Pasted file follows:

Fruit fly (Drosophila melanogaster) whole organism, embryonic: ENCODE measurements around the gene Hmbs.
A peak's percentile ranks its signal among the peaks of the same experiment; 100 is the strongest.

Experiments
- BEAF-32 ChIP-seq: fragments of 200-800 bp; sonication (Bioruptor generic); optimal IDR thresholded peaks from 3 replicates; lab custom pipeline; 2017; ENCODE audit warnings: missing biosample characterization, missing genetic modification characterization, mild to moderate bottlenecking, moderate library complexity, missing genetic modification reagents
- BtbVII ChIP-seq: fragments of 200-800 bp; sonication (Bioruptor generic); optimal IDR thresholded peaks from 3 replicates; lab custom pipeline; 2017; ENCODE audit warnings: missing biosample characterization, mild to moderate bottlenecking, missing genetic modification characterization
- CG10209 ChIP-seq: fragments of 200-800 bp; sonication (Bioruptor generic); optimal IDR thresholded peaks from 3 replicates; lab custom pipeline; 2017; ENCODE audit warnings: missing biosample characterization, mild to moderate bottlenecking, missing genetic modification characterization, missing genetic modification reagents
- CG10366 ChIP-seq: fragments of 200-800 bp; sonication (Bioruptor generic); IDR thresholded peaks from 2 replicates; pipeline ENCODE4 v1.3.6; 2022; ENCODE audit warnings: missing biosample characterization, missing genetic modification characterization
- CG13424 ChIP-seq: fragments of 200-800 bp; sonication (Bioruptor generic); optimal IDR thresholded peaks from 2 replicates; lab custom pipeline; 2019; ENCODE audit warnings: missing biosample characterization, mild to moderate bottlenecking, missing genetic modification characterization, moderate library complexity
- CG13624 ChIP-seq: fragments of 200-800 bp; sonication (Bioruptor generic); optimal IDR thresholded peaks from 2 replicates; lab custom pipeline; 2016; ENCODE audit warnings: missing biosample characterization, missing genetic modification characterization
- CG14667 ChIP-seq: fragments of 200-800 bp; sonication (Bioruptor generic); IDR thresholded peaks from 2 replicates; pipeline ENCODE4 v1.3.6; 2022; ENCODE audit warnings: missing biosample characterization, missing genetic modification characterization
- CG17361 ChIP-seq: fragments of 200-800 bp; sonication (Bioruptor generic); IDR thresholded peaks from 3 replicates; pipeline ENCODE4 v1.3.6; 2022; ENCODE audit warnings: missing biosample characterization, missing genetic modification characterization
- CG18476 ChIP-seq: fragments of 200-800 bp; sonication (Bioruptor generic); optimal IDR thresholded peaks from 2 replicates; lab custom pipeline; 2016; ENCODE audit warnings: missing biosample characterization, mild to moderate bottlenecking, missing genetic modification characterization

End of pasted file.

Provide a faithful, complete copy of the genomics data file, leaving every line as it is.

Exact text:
Fruit fly (Drosophila melanogaster) whole organism, embryonic: ENCODE measurements around the gene Hmbs.
A peak's percentile ranks its signal among the peaks of the same experiment; 100 is the strongest.

Experiments
- BEAF-32 ChIP-seq: fragments of 200-800 bp; sonication (Bioruptor generic); optimal IDR thresholded peaks from 3 replicates; lab custom pipeline; 2017; ENCODE audit warnings: missing biosample characterization, missing genetic modification characterization, mild to moderate bottlenecking, moderate library complexity, missing genetic modification reagents
- BtbVII ChIP-seq: fragments of 200-800 bp; sonication (Bioruptor generic); optimal IDR thresholded peaks from 3 replicates; lab custom pipeline; 2017; ENCODE audit warnings: missing biosample characterization, mild to moderate bottlenecking, missing genetic modification characterization
- CG10209 ChIP-seq: fragments of 200-800 bp; sonication (Bioruptor generic); optimal IDR thresholded peaks from 3 replicates; lab custom pipeline; 2017; ENCODE audit warnings: missing biosample characterization, mild to moderate bottlenecking, missing genetic modification characterization, missing genetic modification reagents
- CG10366 ChIP-seq: fragments of 200-800 bp; sonication (Bioruptor generic); IDR thresholded peaks from 2 replicates; pipeline ENCODE4 v1.3.6; 2022; ENCODE audit warnings: missing biosample characterization, missing genetic modification characterization
- CG13424 ChIP-seq: fragments of 200-800 bp; sonication (Bioruptor generic); optimal IDR thresholded peaks from 2 replicates; lab custom pipeline; 2019; ENCODE audit warnings: missing biosample characterization, mild to moderate bottlenecking, missing genetic modification characterization, moderate library complexity
- CG13624 ChIP-seq: fragments of 200-800 bp; sonication (Bioruptor generic); optimal IDR thresholded peaks from 2 replicates; lab custom pipeline; 2016; ENCODE audit warnings: missing biosample characterization, missing genetic modification characterization
- CG14667 ChIP-seq: fragments of 200-800 bp; sonication (Bioruptor generic); IDR thresholded peaks from 2 replicates; pipeline ENCODE4 v1.3.6; 2022; ENCODE audit warnings: missing biosample characterization, missing genetic modification characterization
- CG17361 ChIP-seq: fragments of 200-800 bp; sonication (Bioruptor generic); IDR thresholded peaks from 3 replicates; pipeline ENCODE4 v1.3.6; 2022; ENCODE audit warnings: missing biosample characterization, missing genetic modification characterization
- CG18476 ChIP-seq: fragments of 200-800 bp; sonication (Bioruptor generic); optimal IDR thresholded peaks from 2 replicates; lab custom pipeline; 2016; ENCODE audit warnings: missing biosample characterization, mild to moderate bottlenecking, missing genetic modification characterization